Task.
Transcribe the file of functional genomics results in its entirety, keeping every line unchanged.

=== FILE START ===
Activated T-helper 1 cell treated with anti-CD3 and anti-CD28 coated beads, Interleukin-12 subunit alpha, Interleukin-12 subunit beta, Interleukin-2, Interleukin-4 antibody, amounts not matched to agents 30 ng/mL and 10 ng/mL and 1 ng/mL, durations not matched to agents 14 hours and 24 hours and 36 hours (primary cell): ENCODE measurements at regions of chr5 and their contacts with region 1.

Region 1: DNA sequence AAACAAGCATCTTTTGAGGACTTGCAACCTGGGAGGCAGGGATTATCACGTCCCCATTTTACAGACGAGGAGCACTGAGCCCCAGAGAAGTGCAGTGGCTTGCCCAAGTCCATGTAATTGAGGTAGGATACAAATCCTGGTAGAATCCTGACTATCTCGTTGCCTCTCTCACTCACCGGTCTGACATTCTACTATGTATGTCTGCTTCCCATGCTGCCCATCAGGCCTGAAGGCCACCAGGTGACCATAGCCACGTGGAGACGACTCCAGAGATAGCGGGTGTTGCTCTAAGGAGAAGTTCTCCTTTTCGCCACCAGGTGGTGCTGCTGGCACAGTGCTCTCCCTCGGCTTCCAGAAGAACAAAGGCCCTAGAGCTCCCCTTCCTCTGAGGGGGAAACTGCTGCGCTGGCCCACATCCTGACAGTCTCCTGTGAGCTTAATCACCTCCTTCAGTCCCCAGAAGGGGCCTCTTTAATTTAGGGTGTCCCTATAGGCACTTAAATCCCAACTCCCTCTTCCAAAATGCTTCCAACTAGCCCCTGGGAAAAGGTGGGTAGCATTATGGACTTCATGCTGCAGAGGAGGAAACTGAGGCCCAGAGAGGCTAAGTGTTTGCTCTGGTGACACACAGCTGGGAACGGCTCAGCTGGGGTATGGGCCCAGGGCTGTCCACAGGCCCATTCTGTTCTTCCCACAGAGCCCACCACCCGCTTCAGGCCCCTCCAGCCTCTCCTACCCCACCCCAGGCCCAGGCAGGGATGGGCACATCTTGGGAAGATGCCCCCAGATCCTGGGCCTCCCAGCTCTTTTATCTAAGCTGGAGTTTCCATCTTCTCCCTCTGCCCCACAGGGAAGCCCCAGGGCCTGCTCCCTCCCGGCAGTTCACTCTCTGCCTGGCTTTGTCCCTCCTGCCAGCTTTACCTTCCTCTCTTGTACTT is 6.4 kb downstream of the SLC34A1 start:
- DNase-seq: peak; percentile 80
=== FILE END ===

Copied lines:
Activated T-helper 1 cell treated with anti-CD3 and anti-CD28 coated beads, Interleukin-12 subunit alpha, Interleukin-12 subunit beta, Interleukin-2, Interleukin-4 antibody, amounts not matched to agents 30 ng/mL and 10 ng/mL and 1 ng/mL, durations not matched to agents 14 hours and 24 hours and 36 hours (primary cell): ENCODE measurements at regions of chr5 and their contacts with region 1.

Region 1: DNA sequence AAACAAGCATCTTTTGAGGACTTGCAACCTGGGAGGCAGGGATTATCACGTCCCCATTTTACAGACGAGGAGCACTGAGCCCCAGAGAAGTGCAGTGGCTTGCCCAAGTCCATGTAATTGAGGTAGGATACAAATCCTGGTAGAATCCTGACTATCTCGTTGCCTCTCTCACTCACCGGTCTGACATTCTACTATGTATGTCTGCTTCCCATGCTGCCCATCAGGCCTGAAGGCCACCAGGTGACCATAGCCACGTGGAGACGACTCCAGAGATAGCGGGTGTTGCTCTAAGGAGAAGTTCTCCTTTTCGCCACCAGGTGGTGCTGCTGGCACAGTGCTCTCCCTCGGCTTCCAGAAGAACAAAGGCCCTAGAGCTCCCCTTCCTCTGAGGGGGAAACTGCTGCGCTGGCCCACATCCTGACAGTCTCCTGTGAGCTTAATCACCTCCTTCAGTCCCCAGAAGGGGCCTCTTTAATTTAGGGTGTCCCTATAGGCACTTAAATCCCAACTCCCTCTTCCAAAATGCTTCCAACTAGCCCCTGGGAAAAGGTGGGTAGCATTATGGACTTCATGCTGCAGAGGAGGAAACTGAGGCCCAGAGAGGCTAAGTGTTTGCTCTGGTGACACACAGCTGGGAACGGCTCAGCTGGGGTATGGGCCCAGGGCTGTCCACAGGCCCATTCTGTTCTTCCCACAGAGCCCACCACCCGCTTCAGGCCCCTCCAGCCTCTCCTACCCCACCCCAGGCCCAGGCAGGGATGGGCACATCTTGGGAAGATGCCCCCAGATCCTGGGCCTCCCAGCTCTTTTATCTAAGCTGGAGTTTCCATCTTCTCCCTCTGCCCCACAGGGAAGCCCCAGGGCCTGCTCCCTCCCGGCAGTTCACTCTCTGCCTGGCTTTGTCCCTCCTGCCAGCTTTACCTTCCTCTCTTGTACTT is 6.4 kb downstream of the SLC34A1 start:
- DNase-seq: peak; percentile 80